Writer’s Block 1 (Photo credit: OkayCityNate). How much — REALLY? — do we need to know?
Everyone who writes a blog, unless it’s focused on a specific subject, shares details of their life, past and present: their kids, their partner, their dating life, their work, their school experiences…
How much is too much?
Readers here have learned that:
– I need to lose a pile of weight and how tedious this is
– I’ve had four orthopedic surgeries since 2000, including a hip replacement in February 2012
– My (second) husband is Hispanic, and a fellow journalist
– My relationship with my mother is toxic-non-existent
– My mother has issues of mental illness and substance abuse
There’s much more I could share. But every word, every sentence and every blog post we write contains the seeds of potential disaster if we carelessly hand out our deepest and most private thoughts, fears and feelings to…people we don’t know.
How much attention/validation is (ever) enough?
Our private lives, when written for mass consumption, offer readers the powerful opportunity to feel empathy, horror, sadness, disgust, delight, amusement.
They can high-five us across six time zones — or trash us with vicious comments. It’s the deliberate risk we take in exposing our soft underbelly to the cool gaze of strangers.
Sharing personal detail can offer the writer a chance to reflect and make (better) sense of their own milestones, and help their readers do the same: divorce, death, marriage, the bewildering rejection by a friend or lover. In reading others’ stories, we can feel less alone, better understood.
I found great comfort, when I wrote about my tortured relationship with my mother, from some of your comments. As the painfully unhealed wound of my life from the age of 14, this issue offers a lot of great material.
But without a wise and protective editor saying “Um, you know, this might be a little too much”, bloggers run the very real risk of over-exposure. And the only editor most bloggers have is themself.
When I wrote “Malled”, I initially included some unhappy details about my family relationships, I thought important because they would offer context. I had five first readers, one my sister-in-law and another a dear friend.
All five said, “Nope, take it out. It’s too much information. You shouldn’t share that much.”
When I handed in “Malled’s” final revisions, I sent them to a friend who works in publishing for another major house, who offered some new and unexpectedly tart criticisms about the book’s tone. As my friend, as someone who knows what makes books sell well, she was being helpful and kind, even if it was hard for me to read.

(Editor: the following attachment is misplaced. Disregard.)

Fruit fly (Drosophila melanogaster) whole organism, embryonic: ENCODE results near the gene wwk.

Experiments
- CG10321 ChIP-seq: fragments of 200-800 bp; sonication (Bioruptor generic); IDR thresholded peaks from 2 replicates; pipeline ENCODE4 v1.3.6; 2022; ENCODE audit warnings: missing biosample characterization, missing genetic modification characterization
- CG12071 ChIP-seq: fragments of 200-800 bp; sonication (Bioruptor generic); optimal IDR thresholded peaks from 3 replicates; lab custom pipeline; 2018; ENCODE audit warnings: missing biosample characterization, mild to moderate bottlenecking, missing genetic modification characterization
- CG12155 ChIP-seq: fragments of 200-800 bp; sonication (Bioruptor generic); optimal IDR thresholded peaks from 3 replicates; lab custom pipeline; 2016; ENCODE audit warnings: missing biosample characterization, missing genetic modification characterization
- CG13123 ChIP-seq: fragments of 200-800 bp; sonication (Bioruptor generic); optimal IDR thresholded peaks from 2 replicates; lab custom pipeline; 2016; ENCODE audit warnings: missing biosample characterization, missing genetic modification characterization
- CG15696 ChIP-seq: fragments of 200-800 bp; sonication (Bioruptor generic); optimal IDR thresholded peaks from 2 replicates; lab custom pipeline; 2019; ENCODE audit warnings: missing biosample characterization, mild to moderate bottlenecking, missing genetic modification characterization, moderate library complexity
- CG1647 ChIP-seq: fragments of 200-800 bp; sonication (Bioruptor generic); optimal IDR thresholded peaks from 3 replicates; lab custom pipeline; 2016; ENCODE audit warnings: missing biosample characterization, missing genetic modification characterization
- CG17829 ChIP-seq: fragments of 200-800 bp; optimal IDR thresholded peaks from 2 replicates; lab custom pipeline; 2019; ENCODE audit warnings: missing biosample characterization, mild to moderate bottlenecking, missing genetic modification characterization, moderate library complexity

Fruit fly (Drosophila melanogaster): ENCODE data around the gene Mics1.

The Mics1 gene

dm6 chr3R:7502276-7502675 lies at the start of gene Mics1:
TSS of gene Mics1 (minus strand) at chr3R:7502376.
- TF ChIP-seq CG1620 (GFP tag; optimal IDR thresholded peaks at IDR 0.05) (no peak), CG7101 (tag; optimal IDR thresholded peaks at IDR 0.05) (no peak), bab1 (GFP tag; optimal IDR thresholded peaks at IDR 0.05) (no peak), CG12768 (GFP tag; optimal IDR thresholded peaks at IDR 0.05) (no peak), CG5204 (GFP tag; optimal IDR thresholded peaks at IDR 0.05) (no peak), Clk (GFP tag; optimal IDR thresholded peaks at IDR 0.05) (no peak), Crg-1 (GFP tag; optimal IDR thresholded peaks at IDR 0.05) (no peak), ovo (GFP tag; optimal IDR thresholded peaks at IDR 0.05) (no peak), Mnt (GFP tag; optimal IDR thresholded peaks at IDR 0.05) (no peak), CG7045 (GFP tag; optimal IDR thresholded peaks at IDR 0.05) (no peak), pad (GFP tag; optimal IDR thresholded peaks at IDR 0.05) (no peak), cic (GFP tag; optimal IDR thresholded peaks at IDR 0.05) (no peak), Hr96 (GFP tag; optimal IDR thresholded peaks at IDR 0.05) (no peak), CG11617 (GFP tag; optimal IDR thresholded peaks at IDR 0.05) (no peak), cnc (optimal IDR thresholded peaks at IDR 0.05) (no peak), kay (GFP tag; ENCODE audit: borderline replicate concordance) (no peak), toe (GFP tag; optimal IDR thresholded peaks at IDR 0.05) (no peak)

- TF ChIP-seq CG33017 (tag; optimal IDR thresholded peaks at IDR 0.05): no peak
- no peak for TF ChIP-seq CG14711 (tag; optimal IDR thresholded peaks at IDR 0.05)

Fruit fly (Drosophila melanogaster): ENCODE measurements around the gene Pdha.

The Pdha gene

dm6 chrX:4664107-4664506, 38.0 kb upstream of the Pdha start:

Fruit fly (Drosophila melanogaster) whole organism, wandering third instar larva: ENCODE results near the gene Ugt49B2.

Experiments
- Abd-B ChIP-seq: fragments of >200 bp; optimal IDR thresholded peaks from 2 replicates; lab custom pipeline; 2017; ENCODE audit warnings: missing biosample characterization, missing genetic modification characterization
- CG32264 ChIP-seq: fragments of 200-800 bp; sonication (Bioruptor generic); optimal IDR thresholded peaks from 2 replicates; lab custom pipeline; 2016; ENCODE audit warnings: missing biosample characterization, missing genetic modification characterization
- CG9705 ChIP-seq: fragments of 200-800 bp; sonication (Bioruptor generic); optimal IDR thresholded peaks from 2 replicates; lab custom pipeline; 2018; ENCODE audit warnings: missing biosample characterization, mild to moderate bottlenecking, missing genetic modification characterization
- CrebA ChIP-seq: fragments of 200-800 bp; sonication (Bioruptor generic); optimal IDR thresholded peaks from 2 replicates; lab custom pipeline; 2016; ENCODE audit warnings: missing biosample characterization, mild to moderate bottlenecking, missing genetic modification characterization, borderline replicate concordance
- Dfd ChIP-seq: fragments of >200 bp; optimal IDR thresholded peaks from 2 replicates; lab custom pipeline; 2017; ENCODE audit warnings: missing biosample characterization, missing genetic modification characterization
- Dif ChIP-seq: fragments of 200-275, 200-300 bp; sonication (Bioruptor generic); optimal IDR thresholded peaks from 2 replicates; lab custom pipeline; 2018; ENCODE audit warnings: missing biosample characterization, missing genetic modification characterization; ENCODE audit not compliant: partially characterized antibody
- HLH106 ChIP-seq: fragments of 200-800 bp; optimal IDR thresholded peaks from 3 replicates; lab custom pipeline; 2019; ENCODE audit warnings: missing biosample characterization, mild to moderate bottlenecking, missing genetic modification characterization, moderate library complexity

My editor and her assistant, when I asked them, agreed — and we made even more changes.
Thank God for editors! Thank God for protective friends.
Those posts, however raw, remain available for lovers and employers and friends and family to forever find on-line. I’ve found far too many blogs that are merely verbal vomits, as though simply spewing one’s misery into the ether offers readers something of value. It doesn’t.
A blog post asks attention from someone who does not know you.
And naively assuming their goodwill, understanding, empathy and/or agreement is unwise. Some of the comments on amazon.com about “Malled” have left me shaking, as, in the guise of a “review”, people who have no idea who I am, beyond the narrator’s voice there, have shredded my character and impugned my motives.
That’s the risk you take.
Here’s a thoughtful piece from The New York Times Magazine about the perils of over-sharing:
Every personal-essay writer struggles with this line, and I don’t know one of us who hasn’t bungled it big time. I tried to protect the writers I worked with. On other first-person sites — sites where I flattered myself that the editors weren’t as careful as I was — I saw too much exposure. I would find myself excising the grimmest parts of personal essays, torn between my desire to protect the human being and my knowledge that such unforgettable detail would boost a story’s click-through rate.
“This feels a little unprocessed,” I told writers who shared their tales of date rape and eating disorders, but it was hard to deny that the internal chaos, that fog of confusion, could make for compelling reading, like dispatches from inside a siege…
People often complain about the narcissism of our moment, how everyone is posting and writing and talking about themselves…My experience with alcohol and private pain has given me a near-religious fervor for how first-person storytelling can illuminate the human experience: through your story, I come to see my own.
Yet sometimes, I feel as if we’ve tipped the scales too far. Way too much skin on display. People are too readily encouraged to hurl their secrets into the void.
How much do you share in your blog posts?
Have you ever regretted it?